People seem to miscalibrate their expectations and interactions with a robot. When it comes to robot design, the anthropomorphism level of the robot form (appearance) has become an increasingly important variable to consider. It is argued here that people base their expectations and perceptions of a robot on its form and attribute functions which do not necessarily mirror the true functions of the robot. The term form function attribution bias (FFAB) refers to the cognitive bias which occurs when people are prone to perceptual errors, leading to a biased interpretation of a robot's functionality. We argue that rather than objectively perceiving the robot's functionalities, people take a cognitive shortcut using the information available to them through visual perception. FFAB intends to outline the implications the design of a robot has on the human predisposition to interact socially with robots. In this theoretical review, we examined the results of several studies suggesting an FFAB. We outline future directions of experimental paradigms and robot design implications.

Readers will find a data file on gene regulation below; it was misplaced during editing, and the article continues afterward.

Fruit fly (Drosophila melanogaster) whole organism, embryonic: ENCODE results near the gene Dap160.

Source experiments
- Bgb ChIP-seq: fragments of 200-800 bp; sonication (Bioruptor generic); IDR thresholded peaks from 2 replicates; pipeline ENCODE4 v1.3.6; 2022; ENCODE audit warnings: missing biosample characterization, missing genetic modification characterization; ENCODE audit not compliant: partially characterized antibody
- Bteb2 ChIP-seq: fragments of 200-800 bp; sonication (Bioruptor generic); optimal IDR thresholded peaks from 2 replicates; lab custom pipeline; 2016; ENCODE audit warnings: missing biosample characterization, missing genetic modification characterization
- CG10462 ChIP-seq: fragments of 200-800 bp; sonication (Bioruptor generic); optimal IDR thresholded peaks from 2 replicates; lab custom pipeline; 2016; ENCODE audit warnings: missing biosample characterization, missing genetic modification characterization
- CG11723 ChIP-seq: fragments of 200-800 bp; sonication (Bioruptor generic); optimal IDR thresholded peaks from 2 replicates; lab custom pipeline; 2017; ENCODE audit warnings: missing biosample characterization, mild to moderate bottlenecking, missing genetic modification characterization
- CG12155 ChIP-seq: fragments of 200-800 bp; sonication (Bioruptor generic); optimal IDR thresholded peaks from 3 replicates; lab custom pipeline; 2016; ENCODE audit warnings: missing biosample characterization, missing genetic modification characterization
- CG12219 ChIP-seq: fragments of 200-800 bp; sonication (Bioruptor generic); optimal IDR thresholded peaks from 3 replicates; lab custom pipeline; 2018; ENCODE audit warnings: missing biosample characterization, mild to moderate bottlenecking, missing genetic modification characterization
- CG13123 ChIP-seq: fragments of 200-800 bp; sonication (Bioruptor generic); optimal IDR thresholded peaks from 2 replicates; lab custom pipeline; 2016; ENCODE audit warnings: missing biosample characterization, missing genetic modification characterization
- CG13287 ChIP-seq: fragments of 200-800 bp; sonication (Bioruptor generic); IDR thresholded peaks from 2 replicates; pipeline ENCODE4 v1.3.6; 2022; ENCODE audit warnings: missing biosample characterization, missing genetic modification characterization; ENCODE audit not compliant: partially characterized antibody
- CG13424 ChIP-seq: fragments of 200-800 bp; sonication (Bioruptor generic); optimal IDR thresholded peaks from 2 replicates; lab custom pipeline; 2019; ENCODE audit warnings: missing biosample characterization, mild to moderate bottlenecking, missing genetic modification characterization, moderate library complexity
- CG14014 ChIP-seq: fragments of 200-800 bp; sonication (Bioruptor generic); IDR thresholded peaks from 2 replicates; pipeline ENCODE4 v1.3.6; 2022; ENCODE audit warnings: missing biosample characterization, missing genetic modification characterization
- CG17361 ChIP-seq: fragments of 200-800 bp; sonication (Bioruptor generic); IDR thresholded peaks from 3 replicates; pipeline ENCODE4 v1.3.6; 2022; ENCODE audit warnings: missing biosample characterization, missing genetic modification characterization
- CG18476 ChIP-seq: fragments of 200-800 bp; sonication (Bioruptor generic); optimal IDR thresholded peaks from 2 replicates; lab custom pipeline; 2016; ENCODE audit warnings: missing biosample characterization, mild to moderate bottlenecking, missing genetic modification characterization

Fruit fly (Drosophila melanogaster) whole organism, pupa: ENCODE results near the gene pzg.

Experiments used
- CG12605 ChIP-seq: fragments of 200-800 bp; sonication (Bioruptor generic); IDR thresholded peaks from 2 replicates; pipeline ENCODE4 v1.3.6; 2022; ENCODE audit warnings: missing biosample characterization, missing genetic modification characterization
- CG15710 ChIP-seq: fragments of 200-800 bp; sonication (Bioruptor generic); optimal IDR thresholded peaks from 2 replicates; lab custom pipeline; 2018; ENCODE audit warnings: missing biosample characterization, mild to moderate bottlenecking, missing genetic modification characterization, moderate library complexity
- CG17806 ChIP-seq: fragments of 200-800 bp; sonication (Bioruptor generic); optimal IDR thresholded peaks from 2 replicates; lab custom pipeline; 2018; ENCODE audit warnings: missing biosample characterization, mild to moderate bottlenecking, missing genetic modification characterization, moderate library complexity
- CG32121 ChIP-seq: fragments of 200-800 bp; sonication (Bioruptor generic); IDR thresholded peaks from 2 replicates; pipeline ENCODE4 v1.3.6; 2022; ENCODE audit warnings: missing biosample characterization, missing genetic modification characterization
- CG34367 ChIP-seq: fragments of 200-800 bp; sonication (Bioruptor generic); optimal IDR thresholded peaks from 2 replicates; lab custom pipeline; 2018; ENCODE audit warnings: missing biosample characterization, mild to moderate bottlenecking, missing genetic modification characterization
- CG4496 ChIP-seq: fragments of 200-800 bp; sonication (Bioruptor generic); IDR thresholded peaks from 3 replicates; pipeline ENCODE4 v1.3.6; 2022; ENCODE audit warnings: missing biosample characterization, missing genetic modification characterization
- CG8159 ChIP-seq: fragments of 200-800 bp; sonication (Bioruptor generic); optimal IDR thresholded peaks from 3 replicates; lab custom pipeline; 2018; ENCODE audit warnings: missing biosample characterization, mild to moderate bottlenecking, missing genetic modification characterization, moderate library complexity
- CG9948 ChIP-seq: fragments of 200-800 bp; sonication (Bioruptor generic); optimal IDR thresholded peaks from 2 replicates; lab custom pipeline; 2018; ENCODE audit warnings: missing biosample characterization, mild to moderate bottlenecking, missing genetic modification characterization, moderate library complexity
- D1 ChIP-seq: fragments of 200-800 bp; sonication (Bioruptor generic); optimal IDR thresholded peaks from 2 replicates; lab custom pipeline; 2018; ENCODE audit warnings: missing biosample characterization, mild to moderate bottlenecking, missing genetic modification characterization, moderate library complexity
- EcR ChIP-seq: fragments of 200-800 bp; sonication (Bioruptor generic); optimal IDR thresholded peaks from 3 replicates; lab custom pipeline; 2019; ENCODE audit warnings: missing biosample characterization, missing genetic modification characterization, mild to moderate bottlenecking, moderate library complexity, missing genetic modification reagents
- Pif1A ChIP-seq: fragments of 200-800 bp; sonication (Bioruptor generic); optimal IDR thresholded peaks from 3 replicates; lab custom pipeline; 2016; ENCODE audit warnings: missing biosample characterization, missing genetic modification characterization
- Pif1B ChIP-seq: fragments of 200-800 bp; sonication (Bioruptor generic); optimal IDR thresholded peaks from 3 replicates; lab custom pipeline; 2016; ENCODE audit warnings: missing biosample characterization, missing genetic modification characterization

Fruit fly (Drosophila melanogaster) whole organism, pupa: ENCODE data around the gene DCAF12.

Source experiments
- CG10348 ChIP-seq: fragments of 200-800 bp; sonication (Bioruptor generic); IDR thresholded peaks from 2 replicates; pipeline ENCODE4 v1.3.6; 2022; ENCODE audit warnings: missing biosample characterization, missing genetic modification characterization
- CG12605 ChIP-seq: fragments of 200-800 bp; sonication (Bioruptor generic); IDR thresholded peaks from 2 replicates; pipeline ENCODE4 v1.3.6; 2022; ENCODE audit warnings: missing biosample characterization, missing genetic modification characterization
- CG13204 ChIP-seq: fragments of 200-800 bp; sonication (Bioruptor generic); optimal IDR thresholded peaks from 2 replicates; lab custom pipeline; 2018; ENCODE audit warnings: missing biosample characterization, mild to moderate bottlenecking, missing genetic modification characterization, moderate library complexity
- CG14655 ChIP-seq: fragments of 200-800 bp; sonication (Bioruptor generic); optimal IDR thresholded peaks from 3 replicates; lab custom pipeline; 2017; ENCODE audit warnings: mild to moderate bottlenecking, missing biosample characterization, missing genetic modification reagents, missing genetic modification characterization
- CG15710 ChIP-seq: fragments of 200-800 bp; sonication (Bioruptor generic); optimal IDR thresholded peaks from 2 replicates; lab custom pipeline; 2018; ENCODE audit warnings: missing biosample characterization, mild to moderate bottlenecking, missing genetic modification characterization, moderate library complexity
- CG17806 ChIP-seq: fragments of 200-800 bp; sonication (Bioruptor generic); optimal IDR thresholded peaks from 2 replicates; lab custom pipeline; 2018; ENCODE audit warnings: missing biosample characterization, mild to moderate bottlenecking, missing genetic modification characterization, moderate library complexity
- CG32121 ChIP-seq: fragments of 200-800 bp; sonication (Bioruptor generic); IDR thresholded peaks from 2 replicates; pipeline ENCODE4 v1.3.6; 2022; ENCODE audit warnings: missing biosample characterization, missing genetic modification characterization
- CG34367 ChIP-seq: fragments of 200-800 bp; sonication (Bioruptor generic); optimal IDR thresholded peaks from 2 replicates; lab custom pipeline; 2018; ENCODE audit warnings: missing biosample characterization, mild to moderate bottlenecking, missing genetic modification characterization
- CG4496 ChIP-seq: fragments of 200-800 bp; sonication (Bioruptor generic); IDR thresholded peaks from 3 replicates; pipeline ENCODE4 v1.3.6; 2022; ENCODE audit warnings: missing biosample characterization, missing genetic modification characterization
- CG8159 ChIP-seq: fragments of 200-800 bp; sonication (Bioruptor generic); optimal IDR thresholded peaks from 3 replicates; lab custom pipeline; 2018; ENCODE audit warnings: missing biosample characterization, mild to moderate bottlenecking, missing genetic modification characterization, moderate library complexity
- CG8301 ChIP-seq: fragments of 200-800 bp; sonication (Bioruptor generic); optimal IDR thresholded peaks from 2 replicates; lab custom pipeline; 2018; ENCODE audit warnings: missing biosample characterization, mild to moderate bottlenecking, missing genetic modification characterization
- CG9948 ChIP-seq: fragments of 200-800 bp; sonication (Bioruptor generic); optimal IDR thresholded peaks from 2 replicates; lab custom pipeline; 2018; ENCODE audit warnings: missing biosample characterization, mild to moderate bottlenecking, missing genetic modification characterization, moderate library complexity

|ジャーナル||IEEE Transactions on Cognitive and Developmental Systems|
|出版ステータス||Published - 2018 12|
ASJC Scopus subject areas
- Artificial Intelligence